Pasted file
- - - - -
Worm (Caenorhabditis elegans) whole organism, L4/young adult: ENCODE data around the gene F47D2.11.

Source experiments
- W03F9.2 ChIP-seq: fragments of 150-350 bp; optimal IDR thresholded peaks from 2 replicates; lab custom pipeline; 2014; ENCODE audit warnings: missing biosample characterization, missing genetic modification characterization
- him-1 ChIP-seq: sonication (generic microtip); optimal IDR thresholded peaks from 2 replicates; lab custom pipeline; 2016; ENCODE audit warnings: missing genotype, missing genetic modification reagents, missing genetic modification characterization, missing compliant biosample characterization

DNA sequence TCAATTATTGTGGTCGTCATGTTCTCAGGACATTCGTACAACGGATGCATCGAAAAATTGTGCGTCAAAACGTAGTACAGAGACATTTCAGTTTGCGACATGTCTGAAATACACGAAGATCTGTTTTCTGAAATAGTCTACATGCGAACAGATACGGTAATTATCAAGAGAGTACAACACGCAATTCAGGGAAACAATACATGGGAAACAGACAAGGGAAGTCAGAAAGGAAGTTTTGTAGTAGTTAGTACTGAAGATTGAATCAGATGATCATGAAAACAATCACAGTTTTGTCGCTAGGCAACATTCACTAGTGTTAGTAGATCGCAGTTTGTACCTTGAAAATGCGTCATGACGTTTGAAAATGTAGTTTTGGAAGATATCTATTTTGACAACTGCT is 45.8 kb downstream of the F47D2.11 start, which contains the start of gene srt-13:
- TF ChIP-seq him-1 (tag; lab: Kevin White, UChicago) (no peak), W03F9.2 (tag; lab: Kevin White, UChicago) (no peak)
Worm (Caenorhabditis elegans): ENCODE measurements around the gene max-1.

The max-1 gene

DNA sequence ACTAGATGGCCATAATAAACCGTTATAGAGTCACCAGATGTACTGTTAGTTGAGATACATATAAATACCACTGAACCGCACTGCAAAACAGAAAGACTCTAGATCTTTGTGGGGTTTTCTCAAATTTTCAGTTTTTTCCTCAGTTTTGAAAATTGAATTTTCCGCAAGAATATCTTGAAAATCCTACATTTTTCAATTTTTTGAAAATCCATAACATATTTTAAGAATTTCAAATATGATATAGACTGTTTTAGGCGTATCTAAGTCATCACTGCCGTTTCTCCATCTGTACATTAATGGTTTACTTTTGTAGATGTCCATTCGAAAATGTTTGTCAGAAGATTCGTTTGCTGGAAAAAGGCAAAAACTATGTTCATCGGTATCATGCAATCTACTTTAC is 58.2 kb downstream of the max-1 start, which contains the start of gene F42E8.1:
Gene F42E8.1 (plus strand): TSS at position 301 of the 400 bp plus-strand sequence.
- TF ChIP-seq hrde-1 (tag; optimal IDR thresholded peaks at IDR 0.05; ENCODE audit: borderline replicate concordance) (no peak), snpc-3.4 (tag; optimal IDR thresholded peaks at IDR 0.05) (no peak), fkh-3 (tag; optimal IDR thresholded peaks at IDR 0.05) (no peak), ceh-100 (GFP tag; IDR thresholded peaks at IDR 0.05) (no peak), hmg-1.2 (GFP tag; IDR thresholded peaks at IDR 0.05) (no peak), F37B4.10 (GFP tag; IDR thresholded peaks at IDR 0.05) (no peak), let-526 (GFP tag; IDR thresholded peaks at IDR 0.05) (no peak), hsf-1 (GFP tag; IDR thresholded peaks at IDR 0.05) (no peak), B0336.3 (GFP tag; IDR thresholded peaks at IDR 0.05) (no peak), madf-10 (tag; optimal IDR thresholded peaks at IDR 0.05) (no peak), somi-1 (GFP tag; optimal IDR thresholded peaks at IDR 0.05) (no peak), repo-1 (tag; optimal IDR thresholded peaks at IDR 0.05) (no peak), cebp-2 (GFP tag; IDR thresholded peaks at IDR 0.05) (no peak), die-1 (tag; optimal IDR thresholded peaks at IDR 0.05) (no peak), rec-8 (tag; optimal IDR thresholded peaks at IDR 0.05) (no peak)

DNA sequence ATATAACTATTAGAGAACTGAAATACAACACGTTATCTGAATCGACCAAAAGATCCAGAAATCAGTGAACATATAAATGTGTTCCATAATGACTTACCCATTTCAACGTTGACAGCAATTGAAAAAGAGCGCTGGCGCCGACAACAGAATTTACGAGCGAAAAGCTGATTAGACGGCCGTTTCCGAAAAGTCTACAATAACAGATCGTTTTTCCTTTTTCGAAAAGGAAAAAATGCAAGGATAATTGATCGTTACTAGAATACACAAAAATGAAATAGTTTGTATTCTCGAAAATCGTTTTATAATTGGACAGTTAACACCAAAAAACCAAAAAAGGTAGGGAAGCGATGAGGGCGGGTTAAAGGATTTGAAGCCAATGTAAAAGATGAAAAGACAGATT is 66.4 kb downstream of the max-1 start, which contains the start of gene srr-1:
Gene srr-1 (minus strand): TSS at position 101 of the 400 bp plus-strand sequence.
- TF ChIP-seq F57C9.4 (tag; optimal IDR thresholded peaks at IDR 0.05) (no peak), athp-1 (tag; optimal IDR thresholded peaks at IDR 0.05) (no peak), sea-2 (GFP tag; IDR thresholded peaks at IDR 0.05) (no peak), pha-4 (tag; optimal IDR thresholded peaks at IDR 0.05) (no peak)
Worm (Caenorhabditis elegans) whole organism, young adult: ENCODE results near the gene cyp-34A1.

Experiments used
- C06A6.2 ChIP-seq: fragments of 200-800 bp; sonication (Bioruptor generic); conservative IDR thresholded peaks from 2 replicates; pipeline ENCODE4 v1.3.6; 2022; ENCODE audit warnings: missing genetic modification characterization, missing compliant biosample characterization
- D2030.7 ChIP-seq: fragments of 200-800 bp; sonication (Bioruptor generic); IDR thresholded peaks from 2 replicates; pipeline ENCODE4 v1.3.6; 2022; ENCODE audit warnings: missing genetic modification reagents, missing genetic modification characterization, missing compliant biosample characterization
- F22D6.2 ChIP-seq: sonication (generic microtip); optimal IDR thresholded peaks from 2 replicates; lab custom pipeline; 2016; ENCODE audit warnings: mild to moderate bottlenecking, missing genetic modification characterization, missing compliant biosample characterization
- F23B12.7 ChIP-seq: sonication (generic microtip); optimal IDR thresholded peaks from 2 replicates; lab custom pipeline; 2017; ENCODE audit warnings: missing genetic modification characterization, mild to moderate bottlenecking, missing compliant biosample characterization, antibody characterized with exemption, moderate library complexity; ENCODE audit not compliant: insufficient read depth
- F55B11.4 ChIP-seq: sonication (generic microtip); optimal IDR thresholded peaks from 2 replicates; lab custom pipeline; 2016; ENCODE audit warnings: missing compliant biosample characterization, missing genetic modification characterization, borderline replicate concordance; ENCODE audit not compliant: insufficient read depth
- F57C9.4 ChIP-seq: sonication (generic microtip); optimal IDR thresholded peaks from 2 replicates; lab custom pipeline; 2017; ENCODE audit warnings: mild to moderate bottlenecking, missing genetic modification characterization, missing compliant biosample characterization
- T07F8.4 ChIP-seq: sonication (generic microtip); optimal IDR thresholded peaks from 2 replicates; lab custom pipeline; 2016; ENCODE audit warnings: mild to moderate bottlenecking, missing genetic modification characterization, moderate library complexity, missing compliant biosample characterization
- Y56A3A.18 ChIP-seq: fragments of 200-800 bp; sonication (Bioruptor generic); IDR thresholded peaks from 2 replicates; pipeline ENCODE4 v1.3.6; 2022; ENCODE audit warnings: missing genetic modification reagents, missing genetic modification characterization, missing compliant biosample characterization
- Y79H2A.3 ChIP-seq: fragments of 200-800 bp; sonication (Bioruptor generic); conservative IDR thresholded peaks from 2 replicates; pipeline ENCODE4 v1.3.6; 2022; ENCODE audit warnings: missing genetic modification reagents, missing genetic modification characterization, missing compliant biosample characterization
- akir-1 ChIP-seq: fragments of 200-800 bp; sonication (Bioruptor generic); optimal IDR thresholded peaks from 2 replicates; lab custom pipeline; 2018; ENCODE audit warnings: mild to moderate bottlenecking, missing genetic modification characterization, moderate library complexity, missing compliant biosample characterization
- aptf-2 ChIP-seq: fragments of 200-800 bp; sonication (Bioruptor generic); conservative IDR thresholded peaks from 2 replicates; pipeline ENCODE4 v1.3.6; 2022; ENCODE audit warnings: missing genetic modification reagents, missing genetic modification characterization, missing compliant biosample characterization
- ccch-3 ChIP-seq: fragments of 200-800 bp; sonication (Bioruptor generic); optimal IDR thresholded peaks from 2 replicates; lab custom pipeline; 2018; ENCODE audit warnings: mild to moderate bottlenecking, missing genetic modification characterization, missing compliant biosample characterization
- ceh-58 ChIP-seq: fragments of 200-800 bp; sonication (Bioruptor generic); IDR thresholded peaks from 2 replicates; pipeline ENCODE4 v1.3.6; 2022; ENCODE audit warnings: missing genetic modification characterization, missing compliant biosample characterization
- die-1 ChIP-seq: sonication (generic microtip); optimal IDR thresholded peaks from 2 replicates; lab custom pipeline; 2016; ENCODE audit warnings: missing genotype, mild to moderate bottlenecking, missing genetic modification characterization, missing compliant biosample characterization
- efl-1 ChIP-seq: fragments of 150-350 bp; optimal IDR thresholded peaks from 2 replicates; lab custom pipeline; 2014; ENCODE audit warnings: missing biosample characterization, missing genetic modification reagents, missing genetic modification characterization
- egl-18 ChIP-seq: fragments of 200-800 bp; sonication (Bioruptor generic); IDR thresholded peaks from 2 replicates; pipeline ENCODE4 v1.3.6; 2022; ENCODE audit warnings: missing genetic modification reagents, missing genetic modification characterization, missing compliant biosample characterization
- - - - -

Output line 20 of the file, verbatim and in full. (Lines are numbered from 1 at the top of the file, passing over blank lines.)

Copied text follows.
- F23B12.7 ChIP-seq: sonication (generic microtip); optimal IDR thresholded peaks from 2 replicates; lab custom pipeline; 2017; ENCODE audit warnings: missing genetic modification characterization, mild to moderate bottlenecking, missing compliant biosample characterization, antibody characterized with exemption, moderate library complexity; ENCODE audit not compliant: insufficient read depth